With the busy season upon us, it’s easy to get swept up in work and forget to remain present. While I’ve always been a big proponent of tackling stress with mindfulness, it’s easy to lose sight of the moment when to-do lists seem to keep growing, and as future unknowns and past anxieties creep into our thoughts.
Findings like the ones published in JAMA Internal Medicine show that being more mindful can help ease stress, and others suggest that mindfulness could be “associated with changes in gray matter concentration in brain regions involved in learning and memory processes, emotion regulation, self-referential processing and perspective taking.” Since practicing mindfulness could have the potential to literally transform our brains, using it as a way to stay present, even during the most stressful times, is good practice if the negative effects of stress could impact you finishing what you need to accomplish.
To stay present during stressful times, whether it be professionally or personally, I recommend reframing the way you approach these situations and instead put the situation into a larger context.
Can you imagine a soldier, an airplane pilot, or a firefighter worrying about a future task as they perform the most crucial aspects of their job? Part of how people in these professions deal with the difficulty of their work is by applying focus and remaining present in the moment and by transforming stress into action. Rather than worrying about the past or the future, and creating scenarios that may never happen, to be as clear-headed as possible, it’s important to bring your concentration back to the present moment.
Perhaps a more relatable example is that slightly overwhelmed feeling you get when you look at a jigsaw puzzle or even the crossword in the Sunday paper. Do you look at the pile of pieces or the blank boxes and begin to panic, or do you begin working on one section, little by little, until you either get stumped and move to the next section or solve it?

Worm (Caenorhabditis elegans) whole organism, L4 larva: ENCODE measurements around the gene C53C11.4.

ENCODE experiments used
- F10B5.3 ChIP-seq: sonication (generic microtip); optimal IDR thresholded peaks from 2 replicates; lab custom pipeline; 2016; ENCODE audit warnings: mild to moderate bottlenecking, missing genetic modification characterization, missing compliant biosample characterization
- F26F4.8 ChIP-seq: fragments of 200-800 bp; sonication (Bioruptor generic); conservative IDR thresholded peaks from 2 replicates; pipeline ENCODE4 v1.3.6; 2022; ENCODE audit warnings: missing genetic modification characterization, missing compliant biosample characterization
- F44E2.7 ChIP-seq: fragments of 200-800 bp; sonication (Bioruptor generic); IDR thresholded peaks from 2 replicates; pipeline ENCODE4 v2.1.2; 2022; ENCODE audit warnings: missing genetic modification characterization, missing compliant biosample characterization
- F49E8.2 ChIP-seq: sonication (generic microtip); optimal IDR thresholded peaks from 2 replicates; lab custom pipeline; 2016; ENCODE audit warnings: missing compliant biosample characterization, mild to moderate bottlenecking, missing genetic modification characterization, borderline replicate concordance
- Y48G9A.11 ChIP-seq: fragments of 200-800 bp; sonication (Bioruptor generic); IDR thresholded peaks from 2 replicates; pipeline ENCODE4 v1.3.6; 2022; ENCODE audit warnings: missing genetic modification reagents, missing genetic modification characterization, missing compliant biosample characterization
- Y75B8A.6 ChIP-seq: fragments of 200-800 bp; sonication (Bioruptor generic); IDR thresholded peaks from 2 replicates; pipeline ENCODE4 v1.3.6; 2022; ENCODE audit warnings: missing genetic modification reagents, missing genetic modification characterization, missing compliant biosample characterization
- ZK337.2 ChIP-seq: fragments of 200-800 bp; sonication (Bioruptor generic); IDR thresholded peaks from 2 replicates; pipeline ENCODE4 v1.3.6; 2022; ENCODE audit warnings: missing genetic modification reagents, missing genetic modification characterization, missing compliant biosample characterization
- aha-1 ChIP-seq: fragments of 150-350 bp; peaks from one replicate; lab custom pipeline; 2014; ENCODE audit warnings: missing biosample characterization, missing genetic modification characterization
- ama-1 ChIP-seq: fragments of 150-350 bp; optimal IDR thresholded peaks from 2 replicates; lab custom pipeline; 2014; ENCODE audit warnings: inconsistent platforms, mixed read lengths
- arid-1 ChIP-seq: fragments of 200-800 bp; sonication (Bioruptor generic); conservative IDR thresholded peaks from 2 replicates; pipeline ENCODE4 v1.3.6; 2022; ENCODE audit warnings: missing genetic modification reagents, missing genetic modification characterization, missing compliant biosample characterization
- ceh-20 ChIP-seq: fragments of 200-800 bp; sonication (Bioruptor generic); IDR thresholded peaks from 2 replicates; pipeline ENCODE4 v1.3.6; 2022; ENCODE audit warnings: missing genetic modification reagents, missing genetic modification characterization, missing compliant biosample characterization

One piece at a time
When you apply this idea to stress, think about all that you have to accomplish in the coming days or weeks as an unfinished puzzle. Choose a section to begin working on — whichever comes first, easiest, or most naturally — and apply focus there.
You may have heard of “flow,” or the focused creative state that we experience when absorbed in a task or activity when we are not distracted. While in a flow, we experience the world more deeply, yet time passes quickly as you apply your focus to the present moment and the task at hand.
When you’re working through particularly stressful times, why focus on the empty parts of the puzzle (i.e. everything else you need to accomplish) or fret about the parts you’ve already completed (all of your finished work)? Even when there is a lot going on, the importance to stay present much outweighs your ability to finish every single item on your list. You don’t have to become so wrapped up and concerned with the bigger picture that you fail to stay laser-focused on the present.
Being present means focusing intently on what’s in front of you — that tiny section of the puzzle, whether it be a short conversation with a colleague, finishing the first half of an upcoming presentation, or even something as simple as preparing a healthy breakfast.
Presence in practice
Ready to try it out for yourself? Here are a few tricks I use to ensure I can stay present when the pressure is on. Work might be getting crazy this time of year, but that doesn’t mean your mental and physical wellbeing need to suffer.
- Focus on one thing at a time – Our brains are not wired to multi-task. Pick a section of your puzzle and get to work.
- When you notice you get distracted, and in your thinking mind, sometime called “monkey mind, practice taking your attention to your breath. Notice your inhales and exhales. Even if it is just for 5 seconds, you will feel a difference in your central nervous system.
- Cut out unnecessary distractions – It’s the digital age, but you don’t have to be connected at all times. Whenever possible, find a quiet space. Turn on ‘do not disturb” on your phone and computer when you don’t want to be distracted by notifications and alerts.
- Work in increments. Your brain can stay focused on activity for 52 minutes. So build in breaks, typically at least 17 minutes, so you can refresh and energize and be able to come back to your work and focus. You may get more done in less hours when you give your brain a break!
- Find time for fun in your day and collaboration with your co-workers, rather than being isolated. Take a walk for your meetings rather than stay in the office, or go out for a coffee. Take a break and listen to music, read a book, or close your eyes and turn on a guided meditation at your desk.
See inside February 2019
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